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Maryland Crime Victims' Resource Center

2006 Award for Professional Innovation in Victim Services | National Crime Victims’ Service Awards

Maryland Crime Victims' Resource Center | Award for Professional Innovation in Victim Services
Team Members: Vincent Roper; Scott Beard; Russell P. Butler
Upper Marlboro, Maryland

The Maryland Crime Victims' Resource Center, Inc., (MCVRC) was founded by Roberta and Vincent Roper in 1982 in memory of their slain daughter, Stephanie, to provide direct support services and advocacy for victims' rights. MCVRC's history of service and achievement distinguish it as one of the Nation's most effective organizations for crime victims. 

In addition to its basic support and advocacy services, MCVRC recognized that legal assistance was an important and emerging issue for many crime victims. Consequently, ensuring that victims' rights were fully protected and enforced became a major priority for both victims and victim service providers. 

MCVRC launched the groundbreaking Crime Victim Legal Advocacy Program in 1998. For the first time, MCVRC recruited and trained private attorneys to begin a collaborative partnership providing pro bono legal services to help crime victims in criminal matters.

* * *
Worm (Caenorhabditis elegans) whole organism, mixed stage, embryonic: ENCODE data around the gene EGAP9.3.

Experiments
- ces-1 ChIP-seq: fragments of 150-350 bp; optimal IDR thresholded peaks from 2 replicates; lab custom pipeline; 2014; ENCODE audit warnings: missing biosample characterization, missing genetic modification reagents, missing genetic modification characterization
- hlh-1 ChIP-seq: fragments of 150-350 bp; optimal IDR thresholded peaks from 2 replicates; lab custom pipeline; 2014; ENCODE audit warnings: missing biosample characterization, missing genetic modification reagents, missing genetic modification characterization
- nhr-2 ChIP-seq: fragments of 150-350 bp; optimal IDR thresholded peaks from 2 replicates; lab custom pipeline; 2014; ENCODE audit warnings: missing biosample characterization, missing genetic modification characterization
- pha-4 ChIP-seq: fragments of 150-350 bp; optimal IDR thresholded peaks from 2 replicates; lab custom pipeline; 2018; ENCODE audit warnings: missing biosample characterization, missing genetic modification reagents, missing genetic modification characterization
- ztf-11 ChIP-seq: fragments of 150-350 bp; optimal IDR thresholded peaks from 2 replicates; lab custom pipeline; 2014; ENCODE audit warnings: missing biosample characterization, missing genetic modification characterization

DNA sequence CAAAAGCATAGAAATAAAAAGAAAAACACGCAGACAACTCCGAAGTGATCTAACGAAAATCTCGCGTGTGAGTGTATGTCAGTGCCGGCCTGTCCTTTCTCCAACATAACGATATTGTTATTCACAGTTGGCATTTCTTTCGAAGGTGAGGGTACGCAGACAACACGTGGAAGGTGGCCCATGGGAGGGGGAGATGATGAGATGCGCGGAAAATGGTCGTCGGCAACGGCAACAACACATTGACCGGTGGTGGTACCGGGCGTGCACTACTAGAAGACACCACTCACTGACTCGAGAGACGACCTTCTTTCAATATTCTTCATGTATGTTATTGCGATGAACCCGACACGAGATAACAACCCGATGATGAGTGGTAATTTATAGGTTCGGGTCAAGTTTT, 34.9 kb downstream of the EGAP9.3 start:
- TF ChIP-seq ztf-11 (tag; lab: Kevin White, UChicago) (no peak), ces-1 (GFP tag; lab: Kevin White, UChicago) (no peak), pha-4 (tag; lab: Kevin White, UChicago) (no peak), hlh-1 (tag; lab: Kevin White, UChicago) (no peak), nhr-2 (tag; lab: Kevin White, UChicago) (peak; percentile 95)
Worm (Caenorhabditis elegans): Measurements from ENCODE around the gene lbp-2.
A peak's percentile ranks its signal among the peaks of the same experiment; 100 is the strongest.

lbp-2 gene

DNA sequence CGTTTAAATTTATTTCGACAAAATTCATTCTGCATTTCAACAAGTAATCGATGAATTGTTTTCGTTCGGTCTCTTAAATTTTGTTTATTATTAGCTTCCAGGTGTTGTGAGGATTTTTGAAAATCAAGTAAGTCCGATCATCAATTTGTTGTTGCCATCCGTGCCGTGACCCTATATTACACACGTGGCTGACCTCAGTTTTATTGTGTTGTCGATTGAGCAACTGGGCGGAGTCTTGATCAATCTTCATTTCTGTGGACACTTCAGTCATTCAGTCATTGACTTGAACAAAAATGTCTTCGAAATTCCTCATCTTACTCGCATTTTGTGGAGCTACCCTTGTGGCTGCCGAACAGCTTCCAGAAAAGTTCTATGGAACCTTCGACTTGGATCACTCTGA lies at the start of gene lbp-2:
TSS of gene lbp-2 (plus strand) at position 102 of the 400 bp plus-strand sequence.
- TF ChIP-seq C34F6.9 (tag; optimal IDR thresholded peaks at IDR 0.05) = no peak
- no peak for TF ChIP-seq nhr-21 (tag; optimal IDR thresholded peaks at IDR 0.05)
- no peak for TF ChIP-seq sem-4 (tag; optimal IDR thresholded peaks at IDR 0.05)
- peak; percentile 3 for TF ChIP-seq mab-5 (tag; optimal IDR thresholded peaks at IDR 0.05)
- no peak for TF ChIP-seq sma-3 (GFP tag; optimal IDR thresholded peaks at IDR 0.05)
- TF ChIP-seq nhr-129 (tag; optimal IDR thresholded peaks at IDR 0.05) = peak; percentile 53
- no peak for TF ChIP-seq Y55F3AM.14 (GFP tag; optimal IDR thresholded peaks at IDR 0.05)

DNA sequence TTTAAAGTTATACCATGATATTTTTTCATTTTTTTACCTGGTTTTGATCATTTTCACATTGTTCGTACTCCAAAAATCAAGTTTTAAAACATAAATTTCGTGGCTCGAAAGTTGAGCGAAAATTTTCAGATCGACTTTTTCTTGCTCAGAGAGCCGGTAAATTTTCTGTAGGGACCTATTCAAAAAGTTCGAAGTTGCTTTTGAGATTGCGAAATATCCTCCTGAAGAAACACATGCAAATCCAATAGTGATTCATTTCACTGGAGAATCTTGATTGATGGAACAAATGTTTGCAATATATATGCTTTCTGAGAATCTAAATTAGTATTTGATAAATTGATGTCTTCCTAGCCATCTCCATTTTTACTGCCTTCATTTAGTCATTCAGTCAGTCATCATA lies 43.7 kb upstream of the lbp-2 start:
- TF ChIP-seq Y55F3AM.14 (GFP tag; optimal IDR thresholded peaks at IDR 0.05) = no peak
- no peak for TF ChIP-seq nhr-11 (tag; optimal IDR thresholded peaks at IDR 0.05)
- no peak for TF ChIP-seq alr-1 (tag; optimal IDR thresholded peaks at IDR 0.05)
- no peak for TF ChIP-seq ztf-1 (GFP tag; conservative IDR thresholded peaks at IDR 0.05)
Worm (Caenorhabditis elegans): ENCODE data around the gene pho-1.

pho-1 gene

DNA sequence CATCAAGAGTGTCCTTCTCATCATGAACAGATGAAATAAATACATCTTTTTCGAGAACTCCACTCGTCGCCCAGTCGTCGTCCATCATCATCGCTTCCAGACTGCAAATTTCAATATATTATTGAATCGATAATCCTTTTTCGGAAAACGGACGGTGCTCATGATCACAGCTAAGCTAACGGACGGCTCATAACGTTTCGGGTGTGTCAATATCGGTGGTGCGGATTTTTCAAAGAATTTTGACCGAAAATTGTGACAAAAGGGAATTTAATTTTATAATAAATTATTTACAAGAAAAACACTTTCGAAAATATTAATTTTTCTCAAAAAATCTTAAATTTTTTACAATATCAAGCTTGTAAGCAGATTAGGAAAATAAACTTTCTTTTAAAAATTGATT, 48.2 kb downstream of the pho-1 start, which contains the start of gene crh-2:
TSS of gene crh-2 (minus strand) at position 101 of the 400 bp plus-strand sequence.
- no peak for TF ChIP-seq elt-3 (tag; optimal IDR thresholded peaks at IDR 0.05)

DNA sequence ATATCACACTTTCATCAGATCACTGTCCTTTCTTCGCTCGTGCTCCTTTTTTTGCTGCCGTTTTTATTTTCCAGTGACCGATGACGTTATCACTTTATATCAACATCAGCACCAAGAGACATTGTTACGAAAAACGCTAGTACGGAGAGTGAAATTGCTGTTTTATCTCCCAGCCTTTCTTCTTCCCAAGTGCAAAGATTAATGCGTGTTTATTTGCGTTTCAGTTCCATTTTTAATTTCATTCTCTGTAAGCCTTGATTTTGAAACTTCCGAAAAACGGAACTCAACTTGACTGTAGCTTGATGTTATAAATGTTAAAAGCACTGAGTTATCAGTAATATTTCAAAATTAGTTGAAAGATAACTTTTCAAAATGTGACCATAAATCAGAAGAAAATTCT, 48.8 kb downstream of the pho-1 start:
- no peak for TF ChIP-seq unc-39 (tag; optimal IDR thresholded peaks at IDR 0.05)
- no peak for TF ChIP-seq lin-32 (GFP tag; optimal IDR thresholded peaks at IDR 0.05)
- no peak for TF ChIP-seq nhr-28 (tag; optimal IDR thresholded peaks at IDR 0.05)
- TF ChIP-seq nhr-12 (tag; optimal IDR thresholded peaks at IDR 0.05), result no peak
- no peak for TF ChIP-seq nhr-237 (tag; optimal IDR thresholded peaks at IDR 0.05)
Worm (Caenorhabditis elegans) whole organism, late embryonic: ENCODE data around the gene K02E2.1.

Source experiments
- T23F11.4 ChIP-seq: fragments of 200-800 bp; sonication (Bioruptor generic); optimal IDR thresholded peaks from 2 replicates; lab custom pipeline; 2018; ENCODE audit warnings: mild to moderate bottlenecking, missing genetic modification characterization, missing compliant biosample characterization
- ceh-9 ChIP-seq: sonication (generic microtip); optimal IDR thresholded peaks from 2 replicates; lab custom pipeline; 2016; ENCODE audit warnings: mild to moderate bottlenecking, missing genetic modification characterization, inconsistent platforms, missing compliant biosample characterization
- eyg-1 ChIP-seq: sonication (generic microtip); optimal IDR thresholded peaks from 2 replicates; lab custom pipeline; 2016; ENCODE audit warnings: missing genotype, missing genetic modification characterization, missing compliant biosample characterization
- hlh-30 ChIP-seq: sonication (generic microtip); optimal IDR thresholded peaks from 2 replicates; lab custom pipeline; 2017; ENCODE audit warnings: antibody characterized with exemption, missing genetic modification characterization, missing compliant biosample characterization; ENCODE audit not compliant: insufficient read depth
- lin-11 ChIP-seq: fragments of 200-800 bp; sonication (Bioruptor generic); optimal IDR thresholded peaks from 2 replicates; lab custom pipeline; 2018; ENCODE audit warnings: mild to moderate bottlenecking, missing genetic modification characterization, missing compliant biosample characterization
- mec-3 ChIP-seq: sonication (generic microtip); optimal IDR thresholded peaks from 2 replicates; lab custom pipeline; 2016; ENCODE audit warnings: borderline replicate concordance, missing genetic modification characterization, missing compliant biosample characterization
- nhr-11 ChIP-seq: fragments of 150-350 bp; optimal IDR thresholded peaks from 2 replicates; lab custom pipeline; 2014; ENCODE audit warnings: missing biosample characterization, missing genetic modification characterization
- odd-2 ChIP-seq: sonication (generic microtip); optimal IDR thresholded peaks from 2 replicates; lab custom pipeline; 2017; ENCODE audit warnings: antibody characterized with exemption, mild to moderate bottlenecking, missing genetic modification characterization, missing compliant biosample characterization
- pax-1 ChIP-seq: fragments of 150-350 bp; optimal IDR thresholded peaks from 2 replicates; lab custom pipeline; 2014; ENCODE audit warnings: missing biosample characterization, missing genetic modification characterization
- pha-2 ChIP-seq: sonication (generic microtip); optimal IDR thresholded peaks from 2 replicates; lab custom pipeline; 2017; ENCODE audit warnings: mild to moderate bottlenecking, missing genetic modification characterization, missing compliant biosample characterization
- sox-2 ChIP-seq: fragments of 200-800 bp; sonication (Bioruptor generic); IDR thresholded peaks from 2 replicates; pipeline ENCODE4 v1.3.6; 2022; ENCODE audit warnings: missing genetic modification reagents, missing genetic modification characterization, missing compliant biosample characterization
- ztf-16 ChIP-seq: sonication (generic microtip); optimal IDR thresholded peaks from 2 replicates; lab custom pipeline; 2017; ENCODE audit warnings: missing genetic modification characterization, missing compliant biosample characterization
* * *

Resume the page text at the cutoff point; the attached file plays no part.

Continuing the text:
Today, this program continues to provide information and legal representation to resolve the many complex legal needs of impoverished crime victims. As a result, crime victims benefit and private attorneys discover new and resourceful ways to help those suffering the effects of crime. 

MCVRC also began another innovative initiative—the Maryland Compliance Project—in which it partnered with the Maryland State Board of Victim Services in the Governor's Office of Crime Control and Prevention to work toward achieving full compliance with Maryland's existing victims' rights laws. MCVRC and the State Board in the Governor's Office restored hope to many victims and created a successful model for the Nation. 

Among MCVRC's most recent initiatives is the Crime Victim Law Institute (the Clinic), one of five original sites around the country that ensures that crime victims have independent legal representation throughout the criminal justice process. To date, the Clinic has powerfully demonstrated the benefit of having attorneys help victims obtain their legal rights. 

MCVRC is completing year three of an OVC-funded Collaborative Response to Crime Victims in Urban Areas project that seeks to address all crime victims' issues, including their often neglected spiritual needs. Finally, MCVRC was selected to administer the Helping Outreach Programs to Expand II (HOPE II) grant program that will provide new opportunities to 48 faith-based and community service providers across America to better meet the needs of crime victims. 

MCVRC was nominated by Arizona Senator Jon Kyl.